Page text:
When it comes to planning for retirement, there are as many theories and strategies as there are Baby Boomers. Put 10% of every paycheque towards retirement savings and save $1 million by the age of 65; downsize so you’re better able to handle expenses; and sell your stocks to put money in more secure investments. These are all just some of the theories and strategies that float around about planning financially. And while some of them are very sound, there are also some big myths that have become so commonly known, people are taking them as the final word on retirement. Here are the four biggest myths, along with the truth about them.
You should get rid of all your debt before you start saving for retirement.
When you first hear this myth, one of the biggest out there when it comes to planning for retirement, it makes a lot of sense. Why put money away when you have so many bills stacking now? And why collect interest on that debt, when you’re putting money away somewhere else?
Don’t forget that every dime you put towards your retirement will also earn you interest, giving you that much more benefit when it’s time to withdraw from those savings. And that if you wait 25 years until your mortgage is paid off, it may be too late to start saving.
That’s Crystal Wong’s point, Senior Regional Manager of TD Waterhouse Financial Planning, who says,
“While planning and saving for retirement is different for everyone, there are some basic fundamentals to keep in mind with respect to things like when to start saving, how much you need to save, and weathering the stormy markets,” she says. “An important starting point is to determine what your ideal retirement lifestyle is like, then set financial goals and work with an advisor to develop a comprehensive plan to help you attain those goals. This will help you feel more confident about your financial future.”
The older you get, the less you need financially.
Maybe it’s the fact that so many retirees do downsize their homes when they hit retirement. Or maybe it’s because they no longer have a family of four sitting around the table every night for dinner. Maybe it’s simply because people think that when you stay home all day (as is another misconception of retirees) you just don’t spend that much money. Whatever the reason, this is a big myth when it comes to retirement. And, according to a TD Waterhouse survey (which you can view in its entirety here,) 48% of Ontarians think that expenses go down the older you get.
Again, this depends on the retirement lifestyle that you’re dreaming of. Do you plan to take in all the theatre, good dining, and culture in Toronto that you missed out on when you were so hard at work? If so, life in retirement could be even more than it was pre-retirement. Or are you going to choose to move to a smaller place, and spend more time volunteering in your community? If so, then your expenses very well could go down. As always, it all depends on what you’re going to do with your money, and how much of it you plan on spending.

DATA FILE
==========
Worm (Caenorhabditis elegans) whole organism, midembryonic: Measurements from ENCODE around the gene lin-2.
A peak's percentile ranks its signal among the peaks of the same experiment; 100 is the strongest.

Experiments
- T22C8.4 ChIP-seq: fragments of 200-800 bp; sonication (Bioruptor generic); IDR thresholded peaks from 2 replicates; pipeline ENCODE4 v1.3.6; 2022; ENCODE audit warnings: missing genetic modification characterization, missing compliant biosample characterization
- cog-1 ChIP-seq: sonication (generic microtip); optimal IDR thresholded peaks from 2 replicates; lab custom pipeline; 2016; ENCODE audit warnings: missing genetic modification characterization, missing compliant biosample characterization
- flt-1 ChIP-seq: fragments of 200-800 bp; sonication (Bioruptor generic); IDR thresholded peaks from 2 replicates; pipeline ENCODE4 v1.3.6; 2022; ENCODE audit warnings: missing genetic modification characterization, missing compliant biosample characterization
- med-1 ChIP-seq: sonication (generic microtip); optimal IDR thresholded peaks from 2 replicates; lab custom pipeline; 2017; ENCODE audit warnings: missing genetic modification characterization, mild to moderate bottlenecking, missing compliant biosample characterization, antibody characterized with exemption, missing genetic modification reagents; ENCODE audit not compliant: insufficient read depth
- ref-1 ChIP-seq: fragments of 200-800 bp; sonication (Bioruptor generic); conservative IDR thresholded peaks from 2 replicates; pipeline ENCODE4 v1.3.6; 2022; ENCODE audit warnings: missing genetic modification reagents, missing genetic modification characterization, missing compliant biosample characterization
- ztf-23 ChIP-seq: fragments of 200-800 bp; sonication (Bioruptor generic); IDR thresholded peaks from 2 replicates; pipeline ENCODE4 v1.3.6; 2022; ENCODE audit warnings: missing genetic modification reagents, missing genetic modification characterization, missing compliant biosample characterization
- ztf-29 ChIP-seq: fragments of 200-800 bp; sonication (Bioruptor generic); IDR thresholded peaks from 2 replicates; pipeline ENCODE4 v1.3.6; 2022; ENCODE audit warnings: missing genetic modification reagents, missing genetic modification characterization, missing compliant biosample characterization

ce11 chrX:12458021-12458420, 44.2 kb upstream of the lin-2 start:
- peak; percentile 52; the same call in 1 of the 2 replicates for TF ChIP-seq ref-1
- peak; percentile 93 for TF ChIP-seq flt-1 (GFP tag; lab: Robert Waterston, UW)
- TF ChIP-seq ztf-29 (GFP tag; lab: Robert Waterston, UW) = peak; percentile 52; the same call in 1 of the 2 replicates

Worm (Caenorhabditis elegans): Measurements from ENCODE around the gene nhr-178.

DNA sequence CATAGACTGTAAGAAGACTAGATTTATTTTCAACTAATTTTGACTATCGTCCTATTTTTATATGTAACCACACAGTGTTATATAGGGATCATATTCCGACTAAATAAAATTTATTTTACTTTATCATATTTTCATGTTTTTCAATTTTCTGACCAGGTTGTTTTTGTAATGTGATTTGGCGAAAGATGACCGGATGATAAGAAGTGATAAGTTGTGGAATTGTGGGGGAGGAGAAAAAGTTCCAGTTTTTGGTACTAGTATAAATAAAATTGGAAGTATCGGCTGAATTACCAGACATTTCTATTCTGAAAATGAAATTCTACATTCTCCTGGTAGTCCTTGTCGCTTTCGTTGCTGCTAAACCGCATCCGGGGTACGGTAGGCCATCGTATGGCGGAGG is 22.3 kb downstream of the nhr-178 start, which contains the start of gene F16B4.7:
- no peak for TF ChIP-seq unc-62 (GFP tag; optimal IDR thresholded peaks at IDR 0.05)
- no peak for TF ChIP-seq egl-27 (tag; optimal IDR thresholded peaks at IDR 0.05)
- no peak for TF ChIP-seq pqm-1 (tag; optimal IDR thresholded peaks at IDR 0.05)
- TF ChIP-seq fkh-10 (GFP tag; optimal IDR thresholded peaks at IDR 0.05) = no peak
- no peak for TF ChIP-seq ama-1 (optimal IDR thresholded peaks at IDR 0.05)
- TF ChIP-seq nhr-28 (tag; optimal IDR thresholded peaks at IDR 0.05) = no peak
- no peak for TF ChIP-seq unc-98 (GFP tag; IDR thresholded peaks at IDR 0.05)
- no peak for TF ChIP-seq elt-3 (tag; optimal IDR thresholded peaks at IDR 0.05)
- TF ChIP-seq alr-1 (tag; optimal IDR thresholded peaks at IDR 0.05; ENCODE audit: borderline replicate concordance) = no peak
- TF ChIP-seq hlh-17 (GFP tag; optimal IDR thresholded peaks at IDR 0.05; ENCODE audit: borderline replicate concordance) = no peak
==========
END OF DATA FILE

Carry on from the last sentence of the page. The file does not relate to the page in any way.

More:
Whatever you decide on this one, don’t assume that living even a low-key, budget-friendly retirement will mean that you’ll have fewer expenses than you do now. Prescription costs, transportation costs, utility costs, and more are all still there in retirement, and in some cases may be even more expensive.
You need to be a millionaire to retire.
The number used to be $1 million for how much you needed to save before you hit retirement; today, retirement experts and financial planners have bumped that number up to $2 million. There will no doubt be a new ‘retirement number’ that you’ll need in the next few years; but whatever it goes to, pay no attention to any of them.
Instead of spending your time worrying that you’re nowhere close to even $1 million, spend it determining what your expenses and what your monthly budget will be. Using these figures, and these figures alone, you should determine how much you need for retirement – not someone else.
Life expectancy stands at 78 years.
Again, something that was once true, but just isn’t anymore. With advancing science and technology and an increasing consumer awareness about the type of food we eat and our overall health, people are simply living longer today. Good thing for you, but could be bad financially if you haven’t planned for those extra years. More of us are living to the age of 65 at least. And, according to the Society of Actuaries, males who make it past that age have a 17 per cent chance of living until they are 95. Females have a 23 per cent chance of reaching that number after their 65th birthday.
Truthfully, no one can tell you the honest truth about your retirement – even if they’re fully aware of your financial situation. And certainly no one can give you a magic number concerning how much you’ll need saved in order to retire. Only you know the life you want to live in your Golden Years and so, only you can know what your retirement truths will be.